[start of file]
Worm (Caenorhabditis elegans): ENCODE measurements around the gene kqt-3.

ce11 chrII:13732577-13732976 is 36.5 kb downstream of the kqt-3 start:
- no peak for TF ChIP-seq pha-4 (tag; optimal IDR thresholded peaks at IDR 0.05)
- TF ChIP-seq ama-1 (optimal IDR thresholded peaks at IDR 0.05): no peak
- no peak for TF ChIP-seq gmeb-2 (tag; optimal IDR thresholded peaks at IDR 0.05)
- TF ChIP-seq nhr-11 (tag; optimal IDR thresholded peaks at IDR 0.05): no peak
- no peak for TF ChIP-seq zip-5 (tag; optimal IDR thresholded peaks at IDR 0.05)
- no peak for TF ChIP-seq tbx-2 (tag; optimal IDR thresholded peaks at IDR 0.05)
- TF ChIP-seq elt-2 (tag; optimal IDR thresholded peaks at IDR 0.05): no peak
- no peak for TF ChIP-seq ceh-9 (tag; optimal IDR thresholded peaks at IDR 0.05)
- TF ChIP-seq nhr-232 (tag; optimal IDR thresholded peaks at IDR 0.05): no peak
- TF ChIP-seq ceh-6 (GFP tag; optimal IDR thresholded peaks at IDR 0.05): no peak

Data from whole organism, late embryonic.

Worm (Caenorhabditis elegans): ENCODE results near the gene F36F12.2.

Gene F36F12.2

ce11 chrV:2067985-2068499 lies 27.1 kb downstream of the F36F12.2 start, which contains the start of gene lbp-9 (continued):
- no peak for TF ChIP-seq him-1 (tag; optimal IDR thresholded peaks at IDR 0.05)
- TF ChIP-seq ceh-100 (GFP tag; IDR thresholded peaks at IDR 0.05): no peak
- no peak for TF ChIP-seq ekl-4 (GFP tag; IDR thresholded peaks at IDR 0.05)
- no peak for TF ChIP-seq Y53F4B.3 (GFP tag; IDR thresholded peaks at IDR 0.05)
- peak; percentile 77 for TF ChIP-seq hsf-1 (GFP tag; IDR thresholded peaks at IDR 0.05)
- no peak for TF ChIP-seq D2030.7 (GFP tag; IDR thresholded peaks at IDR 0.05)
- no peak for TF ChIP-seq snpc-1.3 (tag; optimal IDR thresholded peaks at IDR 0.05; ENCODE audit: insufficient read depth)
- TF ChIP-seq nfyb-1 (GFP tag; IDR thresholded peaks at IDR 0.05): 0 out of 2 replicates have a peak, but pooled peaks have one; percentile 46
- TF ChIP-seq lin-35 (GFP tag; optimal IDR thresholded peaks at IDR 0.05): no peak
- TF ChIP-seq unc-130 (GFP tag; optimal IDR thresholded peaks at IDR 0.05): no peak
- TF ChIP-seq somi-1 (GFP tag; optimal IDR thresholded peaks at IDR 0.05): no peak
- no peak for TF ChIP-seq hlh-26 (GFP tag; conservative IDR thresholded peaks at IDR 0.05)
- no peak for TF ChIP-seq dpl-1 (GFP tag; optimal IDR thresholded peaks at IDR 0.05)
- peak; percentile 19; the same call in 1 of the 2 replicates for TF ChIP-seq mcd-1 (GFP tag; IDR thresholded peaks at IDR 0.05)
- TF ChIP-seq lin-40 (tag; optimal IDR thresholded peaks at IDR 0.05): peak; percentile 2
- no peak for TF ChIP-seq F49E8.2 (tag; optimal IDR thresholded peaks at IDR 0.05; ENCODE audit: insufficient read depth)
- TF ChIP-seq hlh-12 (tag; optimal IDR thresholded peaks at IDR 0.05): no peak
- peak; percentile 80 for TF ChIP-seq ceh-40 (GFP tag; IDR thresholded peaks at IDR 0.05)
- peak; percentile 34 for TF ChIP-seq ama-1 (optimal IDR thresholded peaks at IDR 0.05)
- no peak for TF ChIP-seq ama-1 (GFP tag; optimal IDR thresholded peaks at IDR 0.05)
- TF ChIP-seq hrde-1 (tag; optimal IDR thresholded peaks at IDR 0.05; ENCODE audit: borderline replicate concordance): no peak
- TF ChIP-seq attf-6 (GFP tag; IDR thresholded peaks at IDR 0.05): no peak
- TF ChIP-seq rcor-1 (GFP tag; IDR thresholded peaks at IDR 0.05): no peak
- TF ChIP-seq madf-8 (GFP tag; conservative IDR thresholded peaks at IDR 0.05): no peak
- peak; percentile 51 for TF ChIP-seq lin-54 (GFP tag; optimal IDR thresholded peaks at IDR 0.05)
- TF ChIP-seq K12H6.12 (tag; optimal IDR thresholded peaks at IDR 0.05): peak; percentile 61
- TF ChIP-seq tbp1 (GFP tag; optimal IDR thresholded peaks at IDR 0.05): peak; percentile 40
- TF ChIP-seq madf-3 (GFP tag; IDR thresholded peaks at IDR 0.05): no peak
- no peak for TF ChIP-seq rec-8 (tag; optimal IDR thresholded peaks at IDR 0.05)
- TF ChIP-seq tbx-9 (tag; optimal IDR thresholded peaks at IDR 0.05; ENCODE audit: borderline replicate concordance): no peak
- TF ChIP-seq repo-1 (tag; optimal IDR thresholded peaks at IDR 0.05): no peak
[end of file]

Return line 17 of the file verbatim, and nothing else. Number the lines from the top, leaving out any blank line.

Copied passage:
- no peak for TF ChIP-seq him-1 (tag; optimal IDR thresholded peaks at IDR 0.05)